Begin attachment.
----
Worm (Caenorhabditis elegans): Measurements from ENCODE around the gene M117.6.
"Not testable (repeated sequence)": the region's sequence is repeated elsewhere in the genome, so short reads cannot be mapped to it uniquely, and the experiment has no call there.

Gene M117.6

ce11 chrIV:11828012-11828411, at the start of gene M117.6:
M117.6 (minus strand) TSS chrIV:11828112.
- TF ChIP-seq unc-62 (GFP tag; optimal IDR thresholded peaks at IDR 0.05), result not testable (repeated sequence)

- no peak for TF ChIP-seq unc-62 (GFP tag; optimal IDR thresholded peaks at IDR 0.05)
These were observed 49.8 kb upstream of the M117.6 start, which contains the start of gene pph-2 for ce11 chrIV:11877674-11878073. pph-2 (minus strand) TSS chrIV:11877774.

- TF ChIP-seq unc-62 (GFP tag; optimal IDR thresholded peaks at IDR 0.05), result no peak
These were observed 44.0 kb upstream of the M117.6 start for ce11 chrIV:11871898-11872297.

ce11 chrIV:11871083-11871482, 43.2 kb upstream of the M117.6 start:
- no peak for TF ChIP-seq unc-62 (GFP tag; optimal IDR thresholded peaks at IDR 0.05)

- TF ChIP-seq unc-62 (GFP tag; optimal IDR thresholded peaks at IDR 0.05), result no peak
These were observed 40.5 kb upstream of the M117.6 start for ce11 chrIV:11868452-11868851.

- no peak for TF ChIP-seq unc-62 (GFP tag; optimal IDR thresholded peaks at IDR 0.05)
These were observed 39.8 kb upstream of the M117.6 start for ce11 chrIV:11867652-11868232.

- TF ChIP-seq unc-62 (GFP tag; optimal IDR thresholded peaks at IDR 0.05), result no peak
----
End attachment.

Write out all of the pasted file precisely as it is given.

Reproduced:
Worm (Caenorhabditis elegans): Measurements from ENCODE around the gene M117.6.
"Not testable (repeated sequence)": the region's sequence is repeated elsewhere in the genome, so short reads cannot be mapped to it uniquely, and the experiment has no call there.

Gene M117.6

ce11 chrIV:11828012-11828411, at the start of gene M117.6:
M117.6 (minus strand) TSS chrIV:11828112.
- TF ChIP-seq unc-62 (GFP tag; optimal IDR thresholded peaks at IDR 0.05), result not testable (repeated sequence)

- no peak for TF ChIP-seq unc-62 (GFP tag; optimal IDR thresholded peaks at IDR 0.05)
These were observed 49.8 kb upstream of the M117.6 start, which contains the start of gene pph-2 for ce11 chrIV:11877674-11878073. pph-2 (minus strand) TSS chrIV:11877774.

- TF ChIP-seq unc-62 (GFP tag; optimal IDR thresholded peaks at IDR 0.05), result no peak
These were observed 44.0 kb upstream of the M117.6 start for ce11 chrIV:11871898-11872297.

ce11 chrIV:11871083-11871482, 43.2 kb upstream of the M117.6 start:
- no peak for TF ChIP-seq unc-62 (GFP tag; optimal IDR thresholded peaks at IDR 0.05)

- TF ChIP-seq unc-62 (GFP tag; optimal IDR thresholded peaks at IDR 0.05), result no peak
These were observed 40.5 kb upstream of the M117.6 start for ce11 chrIV:11868452-11868851.

- no peak for TF ChIP-seq unc-62 (GFP tag; optimal IDR thresholded peaks at IDR 0.05)
These were observed 39.8 kb upstream of the M117.6 start for ce11 chrIV:11867652-11868232.

- TF ChIP-seq unc-62 (GFP tag; optimal IDR thresholded peaks at IDR 0.05), result no peak